Russian painter Wassily Kandinsky is quoted as saying, "There is no must in art because art is free." Creating an atmosphere without musts, expectations or unnecessary rules is one of the best ways art instructors allow students to reap the most out of their art experience.
Confronting students' self-criticism
My first teaching position was as an art teacher at the preschool and primary levels. One thing I'll never forget was how as early as kindergarten, children would judge what they did as bad or tell me that it didn't turn out. Some would want to start over and others just give up.
It took me by surprise how they already had such high expectations of themselves and had lost the pure joy of creating by such a young age.
I asked Hernandez Rojas how she has dealt with student self-criticism. To begin with, no erasers are allowed in her class, and she makes it clear from the outset that the class is about self-expression, not perfection.
When students say what they did is ugly, she'll challenge them to look at their expectations and their conceptions of ugliness and beauty, asking where they see something ugly in their work.
"Creating art should be enjoyable because you expressed yourself," she reminds them.
Appreciating art sensitizes students
Another area Hernandez Rojas feels is important is art appreciation. Exposure to all types of paintings and drawings from various time periods gives students the opportunity to develop skills of observation and expands their world view.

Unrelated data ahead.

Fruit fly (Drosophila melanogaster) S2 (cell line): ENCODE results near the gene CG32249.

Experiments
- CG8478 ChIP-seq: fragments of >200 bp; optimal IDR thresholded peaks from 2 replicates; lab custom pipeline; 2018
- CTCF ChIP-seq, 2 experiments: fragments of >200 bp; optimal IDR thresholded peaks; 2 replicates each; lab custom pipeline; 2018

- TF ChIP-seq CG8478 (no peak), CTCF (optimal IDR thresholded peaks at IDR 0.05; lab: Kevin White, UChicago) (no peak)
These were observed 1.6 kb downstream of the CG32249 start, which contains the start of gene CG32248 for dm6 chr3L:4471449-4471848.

In line with her views are findings from a study of more than 10,000 students from Arkansas who visited an art museum for the first time. After only an hour-long tour where approximately five pieces of original artwork were discussed, measures of their level of critical thinking and tolerance toward people different from themselves were higher than students in the control group who stayed in the classroom. The results showed even greater benefit and impact on children from rural and high-poverty schools than the others.
"All children should have access to art in all schools at every level," reiterates Hernandez Rojas. "Children who have contact with art are healthier in every way."
In Part 3 of this series, we examine the benefits of involving school children in dance.
- The importance of guided practice in the classroom
- Grouping students: Heterogeneous, homogeneous and random structures
- ELL reading development: Modified guided reading, interventions, support
- The importance of hands-on learning and movement for English learners
- 10 common mistakes band directors make during rehearsals
- Working memory in English language development
- School districts weigh pros, cons of later start times for high schools
- Fostering STEM vocabulary development in ESL students
- Making the board meeting work
- Enhancing early learning and care work through playful professional practice
- Where to see fall bird migrations
- Moving away from timed tests
- How to stop being a stressed-out, compulsive micromanager